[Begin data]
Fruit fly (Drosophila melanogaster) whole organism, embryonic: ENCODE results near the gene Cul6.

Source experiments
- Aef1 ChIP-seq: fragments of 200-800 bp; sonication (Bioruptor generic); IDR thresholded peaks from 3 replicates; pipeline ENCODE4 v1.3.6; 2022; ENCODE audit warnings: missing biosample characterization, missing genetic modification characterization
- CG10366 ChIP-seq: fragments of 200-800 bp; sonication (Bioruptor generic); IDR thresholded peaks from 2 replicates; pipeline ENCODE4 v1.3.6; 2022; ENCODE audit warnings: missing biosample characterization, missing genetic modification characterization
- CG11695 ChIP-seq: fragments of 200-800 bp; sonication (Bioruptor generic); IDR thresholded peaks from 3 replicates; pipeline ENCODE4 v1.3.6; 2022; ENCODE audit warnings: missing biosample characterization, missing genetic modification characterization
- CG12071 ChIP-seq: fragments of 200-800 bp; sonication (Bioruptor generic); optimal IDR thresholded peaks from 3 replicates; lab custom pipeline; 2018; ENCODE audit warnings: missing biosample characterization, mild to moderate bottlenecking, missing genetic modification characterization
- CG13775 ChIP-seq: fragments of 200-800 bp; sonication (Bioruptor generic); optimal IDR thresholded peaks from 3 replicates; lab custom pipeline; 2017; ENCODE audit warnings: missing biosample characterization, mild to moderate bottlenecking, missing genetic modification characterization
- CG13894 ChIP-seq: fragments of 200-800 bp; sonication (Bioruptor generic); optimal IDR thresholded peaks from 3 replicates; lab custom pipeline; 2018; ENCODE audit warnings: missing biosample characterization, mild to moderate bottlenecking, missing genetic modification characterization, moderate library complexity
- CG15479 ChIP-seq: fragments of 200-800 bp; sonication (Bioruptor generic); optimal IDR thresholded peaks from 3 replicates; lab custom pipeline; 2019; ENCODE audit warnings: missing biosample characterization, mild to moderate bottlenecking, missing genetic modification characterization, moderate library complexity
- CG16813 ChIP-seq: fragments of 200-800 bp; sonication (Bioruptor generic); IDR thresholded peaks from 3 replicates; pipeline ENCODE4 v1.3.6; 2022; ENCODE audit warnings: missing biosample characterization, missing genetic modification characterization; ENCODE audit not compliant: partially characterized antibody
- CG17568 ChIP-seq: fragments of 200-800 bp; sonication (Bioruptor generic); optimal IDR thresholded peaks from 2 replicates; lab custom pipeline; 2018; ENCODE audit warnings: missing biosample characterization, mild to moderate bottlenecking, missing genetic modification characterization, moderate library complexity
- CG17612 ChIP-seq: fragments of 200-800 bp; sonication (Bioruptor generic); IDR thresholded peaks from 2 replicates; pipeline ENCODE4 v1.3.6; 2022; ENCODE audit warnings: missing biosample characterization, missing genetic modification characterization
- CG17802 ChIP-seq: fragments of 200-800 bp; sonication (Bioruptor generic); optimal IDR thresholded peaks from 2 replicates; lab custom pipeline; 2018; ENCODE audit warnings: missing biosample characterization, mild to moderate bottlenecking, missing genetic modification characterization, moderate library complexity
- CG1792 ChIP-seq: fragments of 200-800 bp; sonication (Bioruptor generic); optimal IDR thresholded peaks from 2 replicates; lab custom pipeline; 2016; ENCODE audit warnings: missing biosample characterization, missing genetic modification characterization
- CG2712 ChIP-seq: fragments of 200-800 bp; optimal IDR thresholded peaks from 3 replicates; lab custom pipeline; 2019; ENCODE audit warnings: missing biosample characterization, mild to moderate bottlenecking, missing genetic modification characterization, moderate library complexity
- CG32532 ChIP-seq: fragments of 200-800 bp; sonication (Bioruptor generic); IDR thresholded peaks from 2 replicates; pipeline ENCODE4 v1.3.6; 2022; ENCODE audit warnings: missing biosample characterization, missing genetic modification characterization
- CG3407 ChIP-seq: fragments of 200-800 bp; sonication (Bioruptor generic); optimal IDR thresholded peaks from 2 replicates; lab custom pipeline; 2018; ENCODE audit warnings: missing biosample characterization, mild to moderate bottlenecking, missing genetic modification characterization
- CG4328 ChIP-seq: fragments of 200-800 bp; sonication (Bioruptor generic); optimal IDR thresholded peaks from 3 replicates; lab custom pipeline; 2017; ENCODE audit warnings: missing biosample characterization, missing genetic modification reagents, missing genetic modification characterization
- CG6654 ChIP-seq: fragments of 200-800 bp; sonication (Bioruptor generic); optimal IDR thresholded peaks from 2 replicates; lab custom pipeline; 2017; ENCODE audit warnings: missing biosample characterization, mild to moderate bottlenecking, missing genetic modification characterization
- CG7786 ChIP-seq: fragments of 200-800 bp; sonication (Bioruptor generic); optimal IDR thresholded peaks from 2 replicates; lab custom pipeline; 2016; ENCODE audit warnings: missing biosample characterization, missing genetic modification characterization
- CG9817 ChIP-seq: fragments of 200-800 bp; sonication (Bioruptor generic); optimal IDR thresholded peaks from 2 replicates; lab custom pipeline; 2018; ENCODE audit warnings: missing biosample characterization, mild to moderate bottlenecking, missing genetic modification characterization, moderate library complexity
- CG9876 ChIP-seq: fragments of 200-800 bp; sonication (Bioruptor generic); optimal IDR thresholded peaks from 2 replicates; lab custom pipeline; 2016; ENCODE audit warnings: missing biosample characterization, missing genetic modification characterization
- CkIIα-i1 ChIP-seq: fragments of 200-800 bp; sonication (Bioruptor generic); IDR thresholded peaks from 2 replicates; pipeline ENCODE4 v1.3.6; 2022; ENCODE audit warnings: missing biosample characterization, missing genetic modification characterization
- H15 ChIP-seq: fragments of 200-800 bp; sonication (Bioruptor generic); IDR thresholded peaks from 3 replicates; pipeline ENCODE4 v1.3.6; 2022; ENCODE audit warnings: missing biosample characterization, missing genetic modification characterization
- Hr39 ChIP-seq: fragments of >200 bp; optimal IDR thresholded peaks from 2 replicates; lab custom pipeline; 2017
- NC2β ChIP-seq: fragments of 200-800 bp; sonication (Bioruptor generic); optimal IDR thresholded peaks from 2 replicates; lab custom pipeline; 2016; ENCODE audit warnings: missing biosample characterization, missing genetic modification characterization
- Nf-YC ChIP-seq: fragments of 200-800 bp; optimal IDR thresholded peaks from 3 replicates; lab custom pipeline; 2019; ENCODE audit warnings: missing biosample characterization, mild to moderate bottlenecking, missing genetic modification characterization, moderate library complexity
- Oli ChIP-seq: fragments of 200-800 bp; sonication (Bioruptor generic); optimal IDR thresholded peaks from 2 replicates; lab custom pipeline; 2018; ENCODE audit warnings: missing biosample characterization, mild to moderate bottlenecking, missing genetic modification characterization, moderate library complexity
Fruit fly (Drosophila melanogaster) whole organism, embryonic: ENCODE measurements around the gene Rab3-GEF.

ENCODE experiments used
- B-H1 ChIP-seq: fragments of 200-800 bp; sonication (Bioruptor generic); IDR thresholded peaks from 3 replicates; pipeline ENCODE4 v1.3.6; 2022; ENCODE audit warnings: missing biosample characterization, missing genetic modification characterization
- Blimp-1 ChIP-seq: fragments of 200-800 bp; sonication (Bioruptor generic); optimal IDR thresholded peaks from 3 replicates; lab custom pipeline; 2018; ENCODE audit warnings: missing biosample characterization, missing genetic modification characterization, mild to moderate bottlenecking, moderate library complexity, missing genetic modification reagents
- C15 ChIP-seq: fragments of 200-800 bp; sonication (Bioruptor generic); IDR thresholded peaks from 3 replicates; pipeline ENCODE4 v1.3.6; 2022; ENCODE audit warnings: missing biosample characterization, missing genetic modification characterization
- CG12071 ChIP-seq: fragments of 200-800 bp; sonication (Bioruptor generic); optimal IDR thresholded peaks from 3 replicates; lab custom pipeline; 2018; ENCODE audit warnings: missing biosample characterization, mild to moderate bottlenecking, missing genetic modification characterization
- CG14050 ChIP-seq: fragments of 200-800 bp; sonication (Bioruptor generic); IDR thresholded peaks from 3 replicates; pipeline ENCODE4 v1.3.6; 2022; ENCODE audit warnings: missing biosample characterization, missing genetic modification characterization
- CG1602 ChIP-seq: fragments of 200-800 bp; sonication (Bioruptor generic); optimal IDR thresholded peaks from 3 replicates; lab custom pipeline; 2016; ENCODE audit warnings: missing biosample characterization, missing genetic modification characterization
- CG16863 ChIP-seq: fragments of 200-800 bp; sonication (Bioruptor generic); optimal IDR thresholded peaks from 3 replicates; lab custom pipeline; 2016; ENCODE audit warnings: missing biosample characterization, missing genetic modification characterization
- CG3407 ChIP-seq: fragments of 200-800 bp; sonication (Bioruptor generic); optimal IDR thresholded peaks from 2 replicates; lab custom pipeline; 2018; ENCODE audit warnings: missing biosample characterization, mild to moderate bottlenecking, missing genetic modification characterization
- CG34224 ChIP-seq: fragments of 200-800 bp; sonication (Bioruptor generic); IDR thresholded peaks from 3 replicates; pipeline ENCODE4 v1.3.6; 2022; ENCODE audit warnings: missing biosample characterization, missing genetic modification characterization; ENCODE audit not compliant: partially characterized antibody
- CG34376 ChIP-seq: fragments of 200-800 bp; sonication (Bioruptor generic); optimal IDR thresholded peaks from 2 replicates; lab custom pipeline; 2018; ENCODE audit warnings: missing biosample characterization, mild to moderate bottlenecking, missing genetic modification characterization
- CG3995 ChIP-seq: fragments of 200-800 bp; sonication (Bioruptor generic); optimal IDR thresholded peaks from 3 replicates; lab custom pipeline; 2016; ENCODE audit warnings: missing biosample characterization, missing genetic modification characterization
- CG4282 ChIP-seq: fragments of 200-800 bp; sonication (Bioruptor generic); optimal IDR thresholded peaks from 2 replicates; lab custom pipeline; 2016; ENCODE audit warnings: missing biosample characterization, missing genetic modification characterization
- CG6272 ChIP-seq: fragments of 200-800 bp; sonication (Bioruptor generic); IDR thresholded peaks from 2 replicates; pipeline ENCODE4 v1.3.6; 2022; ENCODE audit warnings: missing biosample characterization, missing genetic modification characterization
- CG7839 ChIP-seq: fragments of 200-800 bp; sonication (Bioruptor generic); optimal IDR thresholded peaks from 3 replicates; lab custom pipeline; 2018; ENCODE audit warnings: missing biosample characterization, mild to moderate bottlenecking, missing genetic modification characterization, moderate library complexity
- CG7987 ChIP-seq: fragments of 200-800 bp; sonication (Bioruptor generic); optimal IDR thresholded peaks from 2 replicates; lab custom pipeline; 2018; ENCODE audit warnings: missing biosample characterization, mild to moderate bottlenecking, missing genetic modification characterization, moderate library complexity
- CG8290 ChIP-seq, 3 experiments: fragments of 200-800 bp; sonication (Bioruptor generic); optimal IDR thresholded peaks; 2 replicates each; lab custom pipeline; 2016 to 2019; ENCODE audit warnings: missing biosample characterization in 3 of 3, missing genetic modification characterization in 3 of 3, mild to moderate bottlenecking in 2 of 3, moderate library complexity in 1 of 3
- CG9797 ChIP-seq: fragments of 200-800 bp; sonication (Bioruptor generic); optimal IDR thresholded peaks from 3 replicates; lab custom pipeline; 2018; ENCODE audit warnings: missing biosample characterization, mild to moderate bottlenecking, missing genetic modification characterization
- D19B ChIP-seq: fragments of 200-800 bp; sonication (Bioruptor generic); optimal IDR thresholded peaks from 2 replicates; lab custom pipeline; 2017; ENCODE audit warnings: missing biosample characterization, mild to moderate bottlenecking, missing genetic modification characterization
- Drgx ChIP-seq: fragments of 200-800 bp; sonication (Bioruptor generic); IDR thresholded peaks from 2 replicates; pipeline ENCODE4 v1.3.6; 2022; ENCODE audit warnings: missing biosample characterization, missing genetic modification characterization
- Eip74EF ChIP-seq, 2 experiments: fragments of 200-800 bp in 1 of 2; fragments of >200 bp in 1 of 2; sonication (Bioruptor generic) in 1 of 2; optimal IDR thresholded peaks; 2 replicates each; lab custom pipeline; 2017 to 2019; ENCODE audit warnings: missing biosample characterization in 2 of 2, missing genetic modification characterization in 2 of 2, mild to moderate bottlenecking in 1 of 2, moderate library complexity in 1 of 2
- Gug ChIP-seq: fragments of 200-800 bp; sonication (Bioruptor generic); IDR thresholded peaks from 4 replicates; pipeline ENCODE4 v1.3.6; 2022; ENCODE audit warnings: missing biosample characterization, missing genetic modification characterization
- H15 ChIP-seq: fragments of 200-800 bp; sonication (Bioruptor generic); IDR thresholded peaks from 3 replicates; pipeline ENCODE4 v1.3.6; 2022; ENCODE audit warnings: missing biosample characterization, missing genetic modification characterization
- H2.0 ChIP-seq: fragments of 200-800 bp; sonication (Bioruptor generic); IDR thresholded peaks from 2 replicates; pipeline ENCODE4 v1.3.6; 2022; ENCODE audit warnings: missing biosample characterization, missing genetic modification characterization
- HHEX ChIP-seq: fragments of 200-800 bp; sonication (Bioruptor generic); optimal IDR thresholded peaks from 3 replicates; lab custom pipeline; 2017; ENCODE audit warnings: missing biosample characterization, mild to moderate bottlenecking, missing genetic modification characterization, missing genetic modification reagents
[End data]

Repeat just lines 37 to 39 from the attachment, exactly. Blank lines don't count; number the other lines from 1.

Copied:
- CG16863 ChIP-seq: fragments of 200-800 bp; sonication (Bioruptor generic); optimal IDR thresholded peaks from 3 replicates; lab custom pipeline; 2016; ENCODE audit warnings: missing biosample characterization, missing genetic modification characterization
- CG3407 ChIP-seq: fragments of 200-800 bp; sonication (Bioruptor generic); optimal IDR thresholded peaks from 2 replicates; lab custom pipeline; 2018; ENCODE audit warnings: missing biosample characterization, mild to moderate bottlenecking, missing genetic modification characterization
- CG34224 ChIP-seq: fragments of 200-800 bp; sonication (Bioruptor generic); IDR thresholded peaks from 3 replicates; pipeline ENCODE4 v1.3.6; 2022; ENCODE audit warnings: missing biosample characterization, missing genetic modification characterization; ENCODE audit not compliant: partially characterized antibody